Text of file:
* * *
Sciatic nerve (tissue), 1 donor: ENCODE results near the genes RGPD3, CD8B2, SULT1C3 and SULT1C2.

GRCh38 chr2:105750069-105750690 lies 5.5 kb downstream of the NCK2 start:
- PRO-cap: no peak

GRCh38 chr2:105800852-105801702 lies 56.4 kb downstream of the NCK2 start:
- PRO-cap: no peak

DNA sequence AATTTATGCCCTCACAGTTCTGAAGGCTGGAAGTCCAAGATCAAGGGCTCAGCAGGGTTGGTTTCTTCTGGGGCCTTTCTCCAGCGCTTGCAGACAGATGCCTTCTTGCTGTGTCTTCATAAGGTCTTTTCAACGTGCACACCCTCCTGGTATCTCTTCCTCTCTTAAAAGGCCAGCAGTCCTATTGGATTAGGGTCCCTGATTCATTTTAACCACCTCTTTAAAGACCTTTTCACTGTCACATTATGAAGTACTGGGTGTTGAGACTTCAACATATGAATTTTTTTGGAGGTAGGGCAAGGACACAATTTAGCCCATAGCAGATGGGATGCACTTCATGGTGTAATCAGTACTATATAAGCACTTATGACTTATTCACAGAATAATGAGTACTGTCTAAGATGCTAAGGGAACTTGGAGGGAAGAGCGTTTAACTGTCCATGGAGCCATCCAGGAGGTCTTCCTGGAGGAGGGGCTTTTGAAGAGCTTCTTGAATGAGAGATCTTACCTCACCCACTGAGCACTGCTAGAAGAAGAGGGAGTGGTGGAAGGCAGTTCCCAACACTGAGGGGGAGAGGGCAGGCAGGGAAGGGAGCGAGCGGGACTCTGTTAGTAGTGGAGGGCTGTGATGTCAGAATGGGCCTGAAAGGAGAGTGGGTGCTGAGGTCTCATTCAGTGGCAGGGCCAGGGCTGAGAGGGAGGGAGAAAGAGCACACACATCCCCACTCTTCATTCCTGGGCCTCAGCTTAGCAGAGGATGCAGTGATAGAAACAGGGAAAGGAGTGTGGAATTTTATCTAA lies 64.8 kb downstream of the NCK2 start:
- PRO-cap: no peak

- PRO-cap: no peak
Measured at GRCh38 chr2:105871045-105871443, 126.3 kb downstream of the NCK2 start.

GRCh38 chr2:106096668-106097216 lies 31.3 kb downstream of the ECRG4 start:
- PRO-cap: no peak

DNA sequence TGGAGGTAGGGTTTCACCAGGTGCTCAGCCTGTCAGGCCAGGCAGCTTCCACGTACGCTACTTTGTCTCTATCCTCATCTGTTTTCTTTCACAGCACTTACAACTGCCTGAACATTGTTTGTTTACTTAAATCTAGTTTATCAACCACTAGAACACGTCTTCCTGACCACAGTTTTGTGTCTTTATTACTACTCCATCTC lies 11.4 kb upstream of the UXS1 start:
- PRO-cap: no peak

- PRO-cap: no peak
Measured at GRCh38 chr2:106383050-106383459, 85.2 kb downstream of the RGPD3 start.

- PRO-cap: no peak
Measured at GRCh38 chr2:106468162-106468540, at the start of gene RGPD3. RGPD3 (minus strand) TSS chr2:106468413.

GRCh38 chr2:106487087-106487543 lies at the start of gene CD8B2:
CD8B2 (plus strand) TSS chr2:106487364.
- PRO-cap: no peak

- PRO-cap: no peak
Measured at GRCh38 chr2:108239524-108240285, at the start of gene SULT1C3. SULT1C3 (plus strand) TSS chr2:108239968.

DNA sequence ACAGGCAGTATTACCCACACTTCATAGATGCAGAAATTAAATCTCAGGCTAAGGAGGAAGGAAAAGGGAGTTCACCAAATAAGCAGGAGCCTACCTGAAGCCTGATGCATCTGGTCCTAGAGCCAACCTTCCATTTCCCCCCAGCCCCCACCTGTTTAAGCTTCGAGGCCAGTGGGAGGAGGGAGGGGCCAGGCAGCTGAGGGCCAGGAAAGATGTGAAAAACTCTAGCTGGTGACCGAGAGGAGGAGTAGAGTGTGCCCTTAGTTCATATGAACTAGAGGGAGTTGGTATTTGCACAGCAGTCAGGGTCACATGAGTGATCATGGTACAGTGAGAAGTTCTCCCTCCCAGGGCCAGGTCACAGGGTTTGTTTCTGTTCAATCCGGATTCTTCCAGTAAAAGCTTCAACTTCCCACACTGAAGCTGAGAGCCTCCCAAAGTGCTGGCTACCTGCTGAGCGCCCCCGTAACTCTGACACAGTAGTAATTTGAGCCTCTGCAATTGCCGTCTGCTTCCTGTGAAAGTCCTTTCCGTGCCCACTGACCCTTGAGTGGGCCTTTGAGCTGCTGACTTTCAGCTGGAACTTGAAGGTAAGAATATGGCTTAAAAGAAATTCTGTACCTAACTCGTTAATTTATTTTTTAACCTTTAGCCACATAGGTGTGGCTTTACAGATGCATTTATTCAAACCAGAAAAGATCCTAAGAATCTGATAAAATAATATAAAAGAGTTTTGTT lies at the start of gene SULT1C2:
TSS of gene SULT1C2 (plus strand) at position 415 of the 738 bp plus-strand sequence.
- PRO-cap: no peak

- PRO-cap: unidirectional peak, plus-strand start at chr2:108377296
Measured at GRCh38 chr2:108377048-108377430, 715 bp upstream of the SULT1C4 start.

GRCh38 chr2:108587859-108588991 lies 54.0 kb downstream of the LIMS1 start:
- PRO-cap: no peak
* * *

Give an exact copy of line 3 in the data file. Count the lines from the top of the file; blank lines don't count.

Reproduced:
- PRO-cap: no peak